Thor: God of Thunder #18 Spoiler Review
Jason Aaron, Das Pastoras
The solicit for Thor: God of Thunder #18 reads:
A tale of Young Thor, in the age of Vikings. Here be a dragon. ’Nuff said.
Jason Aaron’s dedication to mundanity has harmed a number of his stories, as he has a tendency to try and ground epic motivations in extremely simplistic character dynamics. I abandoned Thor: God of Thunder at the end of the “Godbomb” arc, which featured a god-killing, universe-spanning madman whose driving motivation to murder everything was, “Man, things sure are unfair sometimes, huh?” But there was always something that kept making me want to like this more than I did, and I think I found it in that brief solicit for Thor: God of Thunder #18, a pulpy call to fantasy and adventure and something larger-than-life.
Young Thor – before his time with the Avengers humanized him – is a wrecking ball, a being of immense power incapable (or unwilling) to think too far beyond the next party. So, an ‘epic fantasy’ tale that pits the drunken god against a rampaging dragon sounded like a blast – but what the issue actually contained was quite different. Oh, don’t get me wrong, I got my Thor-on-dragon action when a group of startlingly ineffective Viking women (as too many of Aaron’s women are; compare them to the very manly vikings who fought the God Butcher in the first arc) begged for his help in defeating a dragon they thought was demolishing their crops. He wasn’t – it was trolls; I don’t know how they confused the two either – but he was ultimately a parody of Aaron’s tendency to oversimplify motivations, getting into an argument with his dad about how the dragon is his own person and humans are his buddies, getting drunk, and then alienating all his friends.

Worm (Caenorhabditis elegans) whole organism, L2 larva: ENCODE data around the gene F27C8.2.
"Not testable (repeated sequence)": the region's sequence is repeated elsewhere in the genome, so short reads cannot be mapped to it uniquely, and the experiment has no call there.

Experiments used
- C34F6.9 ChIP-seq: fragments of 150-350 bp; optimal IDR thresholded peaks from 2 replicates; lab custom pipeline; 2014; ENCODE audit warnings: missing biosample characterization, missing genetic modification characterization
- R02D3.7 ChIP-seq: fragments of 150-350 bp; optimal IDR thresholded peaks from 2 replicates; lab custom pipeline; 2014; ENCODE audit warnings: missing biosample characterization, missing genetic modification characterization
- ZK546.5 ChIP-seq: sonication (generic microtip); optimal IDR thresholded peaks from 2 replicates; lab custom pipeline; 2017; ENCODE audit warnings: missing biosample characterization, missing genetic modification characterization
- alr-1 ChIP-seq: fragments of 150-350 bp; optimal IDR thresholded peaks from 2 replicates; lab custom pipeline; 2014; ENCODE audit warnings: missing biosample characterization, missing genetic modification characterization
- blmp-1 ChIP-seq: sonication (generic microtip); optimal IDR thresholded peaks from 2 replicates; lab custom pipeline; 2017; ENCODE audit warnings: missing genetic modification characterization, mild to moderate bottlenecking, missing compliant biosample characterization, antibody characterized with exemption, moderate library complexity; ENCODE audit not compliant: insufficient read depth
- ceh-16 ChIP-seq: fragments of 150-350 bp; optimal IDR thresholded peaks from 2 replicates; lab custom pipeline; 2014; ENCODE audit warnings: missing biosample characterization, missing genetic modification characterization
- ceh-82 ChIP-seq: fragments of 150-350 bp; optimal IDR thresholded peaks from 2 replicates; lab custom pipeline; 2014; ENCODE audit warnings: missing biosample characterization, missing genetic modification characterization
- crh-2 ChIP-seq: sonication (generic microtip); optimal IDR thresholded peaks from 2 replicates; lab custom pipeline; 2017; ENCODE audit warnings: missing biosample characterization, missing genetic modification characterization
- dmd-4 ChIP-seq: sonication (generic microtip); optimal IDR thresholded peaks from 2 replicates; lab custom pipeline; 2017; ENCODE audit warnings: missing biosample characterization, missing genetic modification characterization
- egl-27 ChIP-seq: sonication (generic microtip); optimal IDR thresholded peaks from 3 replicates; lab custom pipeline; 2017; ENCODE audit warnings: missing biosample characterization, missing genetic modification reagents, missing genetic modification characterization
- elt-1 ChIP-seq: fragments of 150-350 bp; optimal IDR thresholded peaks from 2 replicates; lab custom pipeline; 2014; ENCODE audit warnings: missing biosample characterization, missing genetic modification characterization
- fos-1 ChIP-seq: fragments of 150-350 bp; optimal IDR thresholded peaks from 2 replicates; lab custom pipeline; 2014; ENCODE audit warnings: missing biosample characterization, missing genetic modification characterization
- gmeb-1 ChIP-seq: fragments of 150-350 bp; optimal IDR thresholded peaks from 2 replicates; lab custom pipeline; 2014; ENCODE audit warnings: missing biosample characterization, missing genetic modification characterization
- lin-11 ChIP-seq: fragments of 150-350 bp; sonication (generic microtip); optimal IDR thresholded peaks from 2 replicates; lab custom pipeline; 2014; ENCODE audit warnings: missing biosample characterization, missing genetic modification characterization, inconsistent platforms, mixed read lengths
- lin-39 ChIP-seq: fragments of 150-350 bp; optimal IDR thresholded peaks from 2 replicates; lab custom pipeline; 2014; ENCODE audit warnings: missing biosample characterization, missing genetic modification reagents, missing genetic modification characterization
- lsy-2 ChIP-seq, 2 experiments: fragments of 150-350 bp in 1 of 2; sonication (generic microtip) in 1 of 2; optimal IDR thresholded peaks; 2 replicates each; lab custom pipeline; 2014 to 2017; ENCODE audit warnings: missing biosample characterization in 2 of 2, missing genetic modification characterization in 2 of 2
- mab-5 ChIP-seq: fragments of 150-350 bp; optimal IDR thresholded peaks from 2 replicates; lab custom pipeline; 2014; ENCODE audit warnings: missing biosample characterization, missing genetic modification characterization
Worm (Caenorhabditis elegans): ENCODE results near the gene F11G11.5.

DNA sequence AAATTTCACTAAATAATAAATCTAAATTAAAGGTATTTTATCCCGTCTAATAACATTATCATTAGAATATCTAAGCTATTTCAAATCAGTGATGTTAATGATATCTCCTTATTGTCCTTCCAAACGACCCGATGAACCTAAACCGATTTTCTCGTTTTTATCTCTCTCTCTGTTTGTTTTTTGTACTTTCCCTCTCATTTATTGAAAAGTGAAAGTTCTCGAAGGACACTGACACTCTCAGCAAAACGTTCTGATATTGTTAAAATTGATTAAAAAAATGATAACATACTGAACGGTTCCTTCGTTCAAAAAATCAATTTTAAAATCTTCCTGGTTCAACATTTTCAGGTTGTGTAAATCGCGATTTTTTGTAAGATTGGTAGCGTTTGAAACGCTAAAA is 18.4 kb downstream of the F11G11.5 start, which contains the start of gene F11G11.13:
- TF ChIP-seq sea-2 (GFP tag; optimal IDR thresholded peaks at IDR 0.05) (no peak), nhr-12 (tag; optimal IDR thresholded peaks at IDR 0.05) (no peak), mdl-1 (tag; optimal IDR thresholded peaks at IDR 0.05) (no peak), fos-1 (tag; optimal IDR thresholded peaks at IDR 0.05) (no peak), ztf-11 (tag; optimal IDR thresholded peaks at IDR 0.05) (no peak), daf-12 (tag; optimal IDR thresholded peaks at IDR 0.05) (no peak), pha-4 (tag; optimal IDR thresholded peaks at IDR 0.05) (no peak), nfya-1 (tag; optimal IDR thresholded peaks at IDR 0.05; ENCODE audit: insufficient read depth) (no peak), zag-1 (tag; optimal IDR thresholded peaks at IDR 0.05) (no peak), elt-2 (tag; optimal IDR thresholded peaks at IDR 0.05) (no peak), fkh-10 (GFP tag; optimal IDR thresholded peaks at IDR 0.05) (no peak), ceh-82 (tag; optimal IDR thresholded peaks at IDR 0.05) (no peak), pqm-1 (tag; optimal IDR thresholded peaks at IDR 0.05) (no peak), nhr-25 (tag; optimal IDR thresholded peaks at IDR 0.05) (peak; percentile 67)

The parody still plays a little clumsily, though, a one-note joke that can’t sustain the character and that fundamentally neuters the issue’s emotional climax – if the character is introduced as a joke and treated as a joke, if his turn to evil is a joke, then why should I suddenly start to take everything seriously at the last minute? It’s a case of tonal whiplash that nearly derails an otherwise fairly charming issue. It’s a good idea, but Thor: God of Thunder was never a book that lacked for great ideas; its problem has always been in the execution.
If Thor: God of Thunder has one consistent strong point, it’s the art. Esad Ribic was a fantastic artist for the first two arcs of the book, and Das Pastoras is an excellent addition. Pastoras is a Spanish artist most well-known for indie and art comics, but his lush, painted style fits Jason Aaron’s epic, self-conscious fantasy flawlessly. The art is gorgeous, and while the action is just a little lackluster, Pastoras brings the world alive with such flair that I can’t help but give in. The panel, for example, where Thor descends from the heavens in his chariot, responding to the prayers of a group of warrior-women, is absolutely perfect, a brief moment that inspires awe and wonder in a way so few comics can.
After the lackluster year-long Godbutcher arc – kept aloft mostly by Esad Ribic’s unambiguously excellent art – Thor: God of Thunder has settled down a bit. It’s always been a well paced book, and a brief piece at the end of this particular issue highlights just how well Aaron has planned his arcs and suggests where the book will be going in the future. What’s more, Thor: God of Thunder remains one of the most beautiful books on the shelves. While I still have reservations about the title overall, Thor: God of Thunder #18 is a fun issue. Even people who have given up on the series will probably enjoy this slight but likable fantasy.
My Rating: 3 / 5